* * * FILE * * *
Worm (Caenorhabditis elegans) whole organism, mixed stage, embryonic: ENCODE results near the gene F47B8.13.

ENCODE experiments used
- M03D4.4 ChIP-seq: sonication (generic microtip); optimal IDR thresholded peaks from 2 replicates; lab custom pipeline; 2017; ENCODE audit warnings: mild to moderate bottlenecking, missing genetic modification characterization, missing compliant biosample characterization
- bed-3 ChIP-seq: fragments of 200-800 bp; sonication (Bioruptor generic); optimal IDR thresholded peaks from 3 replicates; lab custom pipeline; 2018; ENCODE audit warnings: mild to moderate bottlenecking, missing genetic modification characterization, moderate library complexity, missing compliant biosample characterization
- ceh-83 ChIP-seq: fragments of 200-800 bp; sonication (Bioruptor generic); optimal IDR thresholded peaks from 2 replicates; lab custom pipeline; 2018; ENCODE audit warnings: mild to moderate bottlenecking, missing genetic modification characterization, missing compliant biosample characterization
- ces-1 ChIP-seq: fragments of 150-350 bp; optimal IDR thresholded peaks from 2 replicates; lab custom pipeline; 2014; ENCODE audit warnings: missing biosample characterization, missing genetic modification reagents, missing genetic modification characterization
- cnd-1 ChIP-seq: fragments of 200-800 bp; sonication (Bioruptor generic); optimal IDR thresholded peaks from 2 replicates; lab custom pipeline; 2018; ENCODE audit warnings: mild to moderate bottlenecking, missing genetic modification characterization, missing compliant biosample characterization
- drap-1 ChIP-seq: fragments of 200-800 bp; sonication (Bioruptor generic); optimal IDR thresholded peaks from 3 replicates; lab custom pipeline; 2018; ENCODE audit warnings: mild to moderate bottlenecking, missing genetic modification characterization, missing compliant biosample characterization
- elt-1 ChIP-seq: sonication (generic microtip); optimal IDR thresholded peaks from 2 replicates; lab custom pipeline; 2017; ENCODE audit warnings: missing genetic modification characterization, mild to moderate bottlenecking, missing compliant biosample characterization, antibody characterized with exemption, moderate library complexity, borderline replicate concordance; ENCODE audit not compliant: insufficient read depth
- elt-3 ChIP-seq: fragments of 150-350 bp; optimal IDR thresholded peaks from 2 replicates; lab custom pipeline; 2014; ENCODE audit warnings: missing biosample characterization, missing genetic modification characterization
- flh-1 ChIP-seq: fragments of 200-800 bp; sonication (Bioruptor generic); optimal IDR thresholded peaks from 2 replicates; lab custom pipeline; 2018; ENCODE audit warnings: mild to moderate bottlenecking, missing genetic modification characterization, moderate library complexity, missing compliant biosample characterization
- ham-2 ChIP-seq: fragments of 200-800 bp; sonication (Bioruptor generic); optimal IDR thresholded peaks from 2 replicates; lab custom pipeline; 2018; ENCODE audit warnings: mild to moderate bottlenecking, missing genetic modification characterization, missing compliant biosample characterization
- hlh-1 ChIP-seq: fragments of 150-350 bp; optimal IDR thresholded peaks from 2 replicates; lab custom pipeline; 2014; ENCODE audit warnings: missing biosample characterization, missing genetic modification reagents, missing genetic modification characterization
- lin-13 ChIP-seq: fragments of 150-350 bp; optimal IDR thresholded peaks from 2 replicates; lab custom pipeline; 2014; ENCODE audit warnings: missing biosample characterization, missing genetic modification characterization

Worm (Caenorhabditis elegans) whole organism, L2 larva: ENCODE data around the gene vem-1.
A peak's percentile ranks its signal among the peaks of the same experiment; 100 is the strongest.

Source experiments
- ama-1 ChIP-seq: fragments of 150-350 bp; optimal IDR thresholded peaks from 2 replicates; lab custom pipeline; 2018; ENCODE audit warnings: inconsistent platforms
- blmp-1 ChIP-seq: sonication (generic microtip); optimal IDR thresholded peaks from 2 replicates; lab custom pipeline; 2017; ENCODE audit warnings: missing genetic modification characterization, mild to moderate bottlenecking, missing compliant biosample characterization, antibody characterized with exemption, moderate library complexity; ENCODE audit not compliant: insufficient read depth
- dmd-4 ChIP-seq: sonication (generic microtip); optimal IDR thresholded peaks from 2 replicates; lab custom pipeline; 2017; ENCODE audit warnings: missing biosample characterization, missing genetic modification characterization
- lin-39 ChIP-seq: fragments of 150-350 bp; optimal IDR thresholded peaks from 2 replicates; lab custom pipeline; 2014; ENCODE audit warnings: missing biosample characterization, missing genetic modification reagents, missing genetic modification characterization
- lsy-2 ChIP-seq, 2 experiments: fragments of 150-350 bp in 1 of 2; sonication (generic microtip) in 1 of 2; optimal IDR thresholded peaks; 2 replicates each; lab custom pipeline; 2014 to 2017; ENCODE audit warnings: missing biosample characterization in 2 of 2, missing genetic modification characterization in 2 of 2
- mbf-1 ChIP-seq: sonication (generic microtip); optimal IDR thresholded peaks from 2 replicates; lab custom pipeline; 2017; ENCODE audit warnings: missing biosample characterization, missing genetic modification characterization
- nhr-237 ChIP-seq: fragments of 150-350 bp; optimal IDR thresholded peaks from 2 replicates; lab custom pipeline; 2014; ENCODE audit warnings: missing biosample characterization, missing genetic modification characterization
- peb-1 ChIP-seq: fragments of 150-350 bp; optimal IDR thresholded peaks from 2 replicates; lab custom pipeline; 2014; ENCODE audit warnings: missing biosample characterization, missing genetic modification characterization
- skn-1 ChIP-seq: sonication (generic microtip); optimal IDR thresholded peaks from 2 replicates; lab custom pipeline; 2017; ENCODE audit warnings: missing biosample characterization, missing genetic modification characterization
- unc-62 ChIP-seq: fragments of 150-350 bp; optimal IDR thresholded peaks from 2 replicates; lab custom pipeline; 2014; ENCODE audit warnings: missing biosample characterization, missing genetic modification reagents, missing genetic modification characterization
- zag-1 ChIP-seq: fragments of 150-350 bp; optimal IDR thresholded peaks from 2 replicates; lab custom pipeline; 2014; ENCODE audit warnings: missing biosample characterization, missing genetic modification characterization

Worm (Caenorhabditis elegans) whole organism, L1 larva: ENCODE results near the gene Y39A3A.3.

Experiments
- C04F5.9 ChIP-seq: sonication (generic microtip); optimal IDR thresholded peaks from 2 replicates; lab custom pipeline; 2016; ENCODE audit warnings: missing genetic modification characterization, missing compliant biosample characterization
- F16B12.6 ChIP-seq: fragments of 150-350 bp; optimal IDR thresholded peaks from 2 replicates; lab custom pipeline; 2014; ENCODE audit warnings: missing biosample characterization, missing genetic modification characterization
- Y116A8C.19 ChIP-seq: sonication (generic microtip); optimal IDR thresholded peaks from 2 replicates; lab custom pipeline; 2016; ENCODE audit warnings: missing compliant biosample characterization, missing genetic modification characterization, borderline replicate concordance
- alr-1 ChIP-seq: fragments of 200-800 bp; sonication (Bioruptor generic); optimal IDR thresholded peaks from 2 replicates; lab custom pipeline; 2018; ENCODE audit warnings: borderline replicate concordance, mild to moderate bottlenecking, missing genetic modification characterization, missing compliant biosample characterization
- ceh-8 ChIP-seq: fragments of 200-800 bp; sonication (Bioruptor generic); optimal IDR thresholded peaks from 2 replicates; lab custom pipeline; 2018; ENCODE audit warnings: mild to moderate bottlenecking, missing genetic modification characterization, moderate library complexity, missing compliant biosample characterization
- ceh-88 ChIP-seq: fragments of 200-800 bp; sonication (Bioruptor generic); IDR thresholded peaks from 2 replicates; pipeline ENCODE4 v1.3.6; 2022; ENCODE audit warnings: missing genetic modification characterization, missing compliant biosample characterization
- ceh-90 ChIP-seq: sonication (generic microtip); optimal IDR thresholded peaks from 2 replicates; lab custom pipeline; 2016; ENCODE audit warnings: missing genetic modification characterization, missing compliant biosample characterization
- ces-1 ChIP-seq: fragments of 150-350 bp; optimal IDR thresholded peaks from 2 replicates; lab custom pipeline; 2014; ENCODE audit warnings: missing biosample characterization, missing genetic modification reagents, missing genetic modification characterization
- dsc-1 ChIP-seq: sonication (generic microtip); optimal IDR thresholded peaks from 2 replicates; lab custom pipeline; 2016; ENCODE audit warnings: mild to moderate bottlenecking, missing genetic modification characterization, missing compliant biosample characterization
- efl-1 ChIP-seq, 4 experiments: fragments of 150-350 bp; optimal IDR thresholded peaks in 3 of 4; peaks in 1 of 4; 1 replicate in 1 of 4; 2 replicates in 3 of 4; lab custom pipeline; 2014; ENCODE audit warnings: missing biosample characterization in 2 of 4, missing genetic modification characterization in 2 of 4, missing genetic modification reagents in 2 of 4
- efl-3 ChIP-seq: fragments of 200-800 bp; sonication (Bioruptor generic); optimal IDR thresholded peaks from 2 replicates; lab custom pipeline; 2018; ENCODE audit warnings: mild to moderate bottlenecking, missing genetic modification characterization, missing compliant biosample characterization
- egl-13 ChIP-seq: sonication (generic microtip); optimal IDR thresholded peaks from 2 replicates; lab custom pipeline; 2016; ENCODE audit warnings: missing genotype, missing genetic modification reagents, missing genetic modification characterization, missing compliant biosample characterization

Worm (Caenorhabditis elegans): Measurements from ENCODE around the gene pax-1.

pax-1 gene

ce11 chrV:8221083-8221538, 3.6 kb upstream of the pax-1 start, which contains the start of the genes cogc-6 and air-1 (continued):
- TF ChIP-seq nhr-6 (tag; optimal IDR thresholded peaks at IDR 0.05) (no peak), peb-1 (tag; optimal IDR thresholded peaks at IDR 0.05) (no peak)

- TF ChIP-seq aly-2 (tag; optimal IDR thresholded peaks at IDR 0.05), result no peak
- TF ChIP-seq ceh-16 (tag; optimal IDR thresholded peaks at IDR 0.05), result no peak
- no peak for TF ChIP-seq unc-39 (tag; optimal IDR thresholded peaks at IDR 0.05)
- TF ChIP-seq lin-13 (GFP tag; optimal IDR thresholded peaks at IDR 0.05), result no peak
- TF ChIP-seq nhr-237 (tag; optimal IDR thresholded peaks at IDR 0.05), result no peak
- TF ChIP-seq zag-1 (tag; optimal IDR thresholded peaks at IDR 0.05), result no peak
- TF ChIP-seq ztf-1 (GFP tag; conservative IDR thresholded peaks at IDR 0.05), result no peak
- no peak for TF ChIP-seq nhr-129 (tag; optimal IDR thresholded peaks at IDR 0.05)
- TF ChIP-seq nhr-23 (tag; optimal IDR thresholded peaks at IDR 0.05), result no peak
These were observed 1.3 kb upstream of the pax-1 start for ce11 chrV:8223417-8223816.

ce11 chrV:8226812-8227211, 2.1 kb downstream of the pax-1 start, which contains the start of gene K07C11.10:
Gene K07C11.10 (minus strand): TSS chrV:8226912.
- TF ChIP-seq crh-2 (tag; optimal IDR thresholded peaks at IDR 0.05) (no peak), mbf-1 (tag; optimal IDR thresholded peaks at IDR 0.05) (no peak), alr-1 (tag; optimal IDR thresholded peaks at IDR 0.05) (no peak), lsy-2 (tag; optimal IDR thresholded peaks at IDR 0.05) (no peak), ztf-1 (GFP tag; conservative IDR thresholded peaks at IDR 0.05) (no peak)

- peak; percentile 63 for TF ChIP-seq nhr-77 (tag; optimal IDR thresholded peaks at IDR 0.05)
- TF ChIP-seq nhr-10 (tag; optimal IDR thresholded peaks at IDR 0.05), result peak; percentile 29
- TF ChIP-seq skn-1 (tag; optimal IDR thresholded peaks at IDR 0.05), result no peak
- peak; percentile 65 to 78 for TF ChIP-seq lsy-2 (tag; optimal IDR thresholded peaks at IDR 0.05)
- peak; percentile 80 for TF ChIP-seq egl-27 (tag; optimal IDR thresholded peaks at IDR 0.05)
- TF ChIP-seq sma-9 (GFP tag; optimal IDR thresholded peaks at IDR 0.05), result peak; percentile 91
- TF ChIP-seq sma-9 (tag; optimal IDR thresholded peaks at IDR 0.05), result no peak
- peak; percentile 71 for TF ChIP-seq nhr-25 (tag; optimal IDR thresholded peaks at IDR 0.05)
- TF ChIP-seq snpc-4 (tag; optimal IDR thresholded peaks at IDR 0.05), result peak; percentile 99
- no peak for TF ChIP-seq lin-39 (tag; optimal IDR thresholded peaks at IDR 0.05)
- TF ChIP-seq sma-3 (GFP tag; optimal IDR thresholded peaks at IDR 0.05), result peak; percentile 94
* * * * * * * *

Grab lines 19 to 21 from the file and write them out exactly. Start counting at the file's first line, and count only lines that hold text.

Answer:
- blmp-1 ChIP-seq: sonication (generic microtip); optimal IDR thresholded peaks from 2 replicates; lab custom pipeline; 2017; ENCODE audit warnings: missing genetic modification characterization, mild to moderate bottlenecking, missing compliant biosample characterization, antibody characterized with exemption, moderate library complexity; ENCODE audit not compliant: insufficient read depth
- dmd-4 ChIP-seq: sonication (generic microtip); optimal IDR thresholded peaks from 2 replicates; lab custom pipeline; 2017; ENCODE audit warnings: missing biosample characterization, missing genetic modification characterization
- lin-39 ChIP-seq: fragments of 150-350 bp; optimal IDR thresholded peaks from 2 replicates; lab custom pipeline; 2014; ENCODE audit warnings: missing biosample characterization, missing genetic modification reagents, missing genetic modification characterization